The fire department in Darlington is moving on as one of its own, a volunteer firefighter, sits in jail facing embezzlement charges.
Darlington police said they arrested Jonathan Grossen, 30, on Friday, after investigating questionable cash withdrawals he made while treasurer of the community fire department.
"I think that there is a sense of betrayal," said Jason King, whose department used bank records and surveillance video to make the arrest. "It's a tight brotherhood amongst the firefighters, they trust one another and they would've never suspected in a million years that one would steal from another."
The department relies on volunteer officers, including Grossen, who was treasurer for three years.
The report referred to the Lafayette County District Attorney's Office by the police alleges Grossen stole $47,284 in cash from the department's donation accounts over the three-year period. A stolen check worth more than $7,000 was recovered, King said.
Police said Grossen stole the money in small increments that went unnoticed until recent months. He was not re-elected to the treasurer position in 2012 and his term ended in March, King said.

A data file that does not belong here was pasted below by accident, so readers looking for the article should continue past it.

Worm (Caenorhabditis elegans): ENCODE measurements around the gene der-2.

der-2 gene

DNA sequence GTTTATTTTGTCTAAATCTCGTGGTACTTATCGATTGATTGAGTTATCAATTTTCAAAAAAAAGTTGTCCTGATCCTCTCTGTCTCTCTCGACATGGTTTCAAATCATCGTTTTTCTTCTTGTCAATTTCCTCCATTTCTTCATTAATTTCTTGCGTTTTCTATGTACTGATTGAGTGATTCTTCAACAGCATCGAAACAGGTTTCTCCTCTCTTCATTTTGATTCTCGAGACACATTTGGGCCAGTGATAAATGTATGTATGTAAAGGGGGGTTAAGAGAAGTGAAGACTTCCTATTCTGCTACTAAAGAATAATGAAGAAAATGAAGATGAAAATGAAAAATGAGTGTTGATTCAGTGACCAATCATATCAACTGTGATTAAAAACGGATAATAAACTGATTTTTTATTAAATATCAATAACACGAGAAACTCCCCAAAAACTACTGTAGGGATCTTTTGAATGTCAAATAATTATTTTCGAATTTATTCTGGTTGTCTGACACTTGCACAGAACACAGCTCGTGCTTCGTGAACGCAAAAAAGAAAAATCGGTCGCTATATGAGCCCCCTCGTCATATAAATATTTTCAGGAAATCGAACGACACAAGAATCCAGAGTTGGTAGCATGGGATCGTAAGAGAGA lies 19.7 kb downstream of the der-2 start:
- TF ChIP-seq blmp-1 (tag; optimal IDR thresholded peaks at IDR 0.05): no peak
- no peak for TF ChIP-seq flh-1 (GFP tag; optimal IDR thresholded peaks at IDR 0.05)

After Grossen was not re-elected, he handed over records that revealed several suspicious withdrawals, police said.
Police said once the fire department noticed the suspicious withdrawals, they brought the matter to the attention of the Darlington Police Department and asked that it be investigated.
The amount of money came as a shock to firefighters, Fire Chief Ted McDermott said.
"I don't believe any of us knew it was going to be that large," he said.
The money is gone for now, although a court could order that it be repaid. Grossen could make his initial court appearance as early as Tuesday afternoon.
The department takes in about $50,000 in donations yearly, meaning the lost money is about equal to one year's fundraising work.
Fire officials will now ensure that two people are in charge of the financial accounts, to make it more accountable.
"It's got to start here with our members, we've got to trust each other and be positive in general about what's happening, what's happened and what'll happen in the future," McDermott said.
Residents said details of the case were disturbing, but that they would continue to donate to the fire department through its various fundraisers.
"That's a lot of money, incredible that he could get away with that," said Gene Knapp, who lives outside Darlington. "Around here, most people keep their doors unlocked and everyone takes everyone by their word."